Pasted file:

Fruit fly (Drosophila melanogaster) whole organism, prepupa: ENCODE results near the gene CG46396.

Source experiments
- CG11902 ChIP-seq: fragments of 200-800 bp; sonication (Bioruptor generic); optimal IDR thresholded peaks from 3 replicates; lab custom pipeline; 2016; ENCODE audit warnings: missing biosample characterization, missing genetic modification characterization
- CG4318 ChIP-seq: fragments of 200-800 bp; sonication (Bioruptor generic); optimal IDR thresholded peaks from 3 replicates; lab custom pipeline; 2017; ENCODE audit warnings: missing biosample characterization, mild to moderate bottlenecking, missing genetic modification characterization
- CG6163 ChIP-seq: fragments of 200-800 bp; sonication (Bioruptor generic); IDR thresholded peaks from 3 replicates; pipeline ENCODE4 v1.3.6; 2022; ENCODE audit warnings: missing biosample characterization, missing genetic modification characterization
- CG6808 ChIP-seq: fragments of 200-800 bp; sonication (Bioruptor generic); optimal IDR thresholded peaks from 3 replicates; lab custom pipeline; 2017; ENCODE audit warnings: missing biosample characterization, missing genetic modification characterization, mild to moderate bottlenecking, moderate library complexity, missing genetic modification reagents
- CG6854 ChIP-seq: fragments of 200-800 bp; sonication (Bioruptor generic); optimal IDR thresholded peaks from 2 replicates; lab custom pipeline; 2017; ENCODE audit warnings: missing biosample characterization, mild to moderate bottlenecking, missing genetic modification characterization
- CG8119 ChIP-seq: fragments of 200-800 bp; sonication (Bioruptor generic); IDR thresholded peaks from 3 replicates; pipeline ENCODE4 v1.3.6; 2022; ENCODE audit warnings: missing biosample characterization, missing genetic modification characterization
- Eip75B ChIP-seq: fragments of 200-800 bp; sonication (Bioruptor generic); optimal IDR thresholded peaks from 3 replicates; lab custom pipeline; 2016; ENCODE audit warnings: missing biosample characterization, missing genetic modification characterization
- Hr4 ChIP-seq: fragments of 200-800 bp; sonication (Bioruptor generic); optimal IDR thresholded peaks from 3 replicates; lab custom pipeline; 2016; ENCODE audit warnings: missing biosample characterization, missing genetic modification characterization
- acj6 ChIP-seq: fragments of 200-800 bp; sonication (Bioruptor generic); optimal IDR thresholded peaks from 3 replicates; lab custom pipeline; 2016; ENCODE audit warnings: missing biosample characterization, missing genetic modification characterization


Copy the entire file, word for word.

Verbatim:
Fruit fly (Drosophila melanogaster) whole organism, prepupa: ENCODE results near the gene CG46396.

Source experiments
- CG11902 ChIP-seq: fragments of 200-800 bp; sonication (Bioruptor generic); optimal IDR thresholded peaks from 3 replicates; lab custom pipeline; 2016; ENCODE audit warnings: missing biosample characterization, missing genetic modification characterization
- CG4318 ChIP-seq: fragments of 200-800 bp; sonication (Bioruptor generic); optimal IDR thresholded peaks from 3 replicates; lab custom pipeline; 2017; ENCODE audit warnings: missing biosample characterization, mild to moderate bottlenecking, missing genetic modification characterization
- CG6163 ChIP-seq: fragments of 200-800 bp; sonication (Bioruptor generic); IDR thresholded peaks from 3 replicates; pipeline ENCODE4 v1.3.6; 2022; ENCODE audit warnings: missing biosample characterization, missing genetic modification characterization
- CG6808 ChIP-seq: fragments of 200-800 bp; sonication (Bioruptor generic); optimal IDR thresholded peaks from 3 replicates; lab custom pipeline; 2017; ENCODE audit warnings: missing biosample characterization, missing genetic modification characterization, mild to moderate bottlenecking, moderate library complexity, missing genetic modification reagents
- CG6854 ChIP-seq: fragments of 200-800 bp; sonication (Bioruptor generic); optimal IDR thresholded peaks from 2 replicates; lab custom pipeline; 2017; ENCODE audit warnings: missing biosample characterization, mild to moderate bottlenecking, missing genetic modification characterization
- CG8119 ChIP-seq: fragments of 200-800 bp; sonication (Bioruptor generic); IDR thresholded peaks from 3 replicates; pipeline ENCODE4 v1.3.6; 2022; ENCODE audit warnings: missing biosample characterization, missing genetic modification characterization
- Eip75B ChIP-seq: fragments of 200-800 bp; sonication (Bioruptor generic); optimal IDR thresholded peaks from 3 replicates; lab custom pipeline; 2016; ENCODE audit warnings: missing biosample characterization, missing genetic modification characterization
- Hr4 ChIP-seq: fragments of 200-800 bp; sonication (Bioruptor generic); optimal IDR thresholded peaks from 3 replicates; lab custom pipeline; 2016; ENCODE audit warnings: missing biosample characterization, missing genetic modification characterization
- acj6 ChIP-seq: fragments of 200-800 bp; sonication (Bioruptor generic); optimal IDR thresholded peaks from 3 replicates; lab custom pipeline; 2016; ENCODE audit warnings: missing biosample characterization, missing genetic modification characterization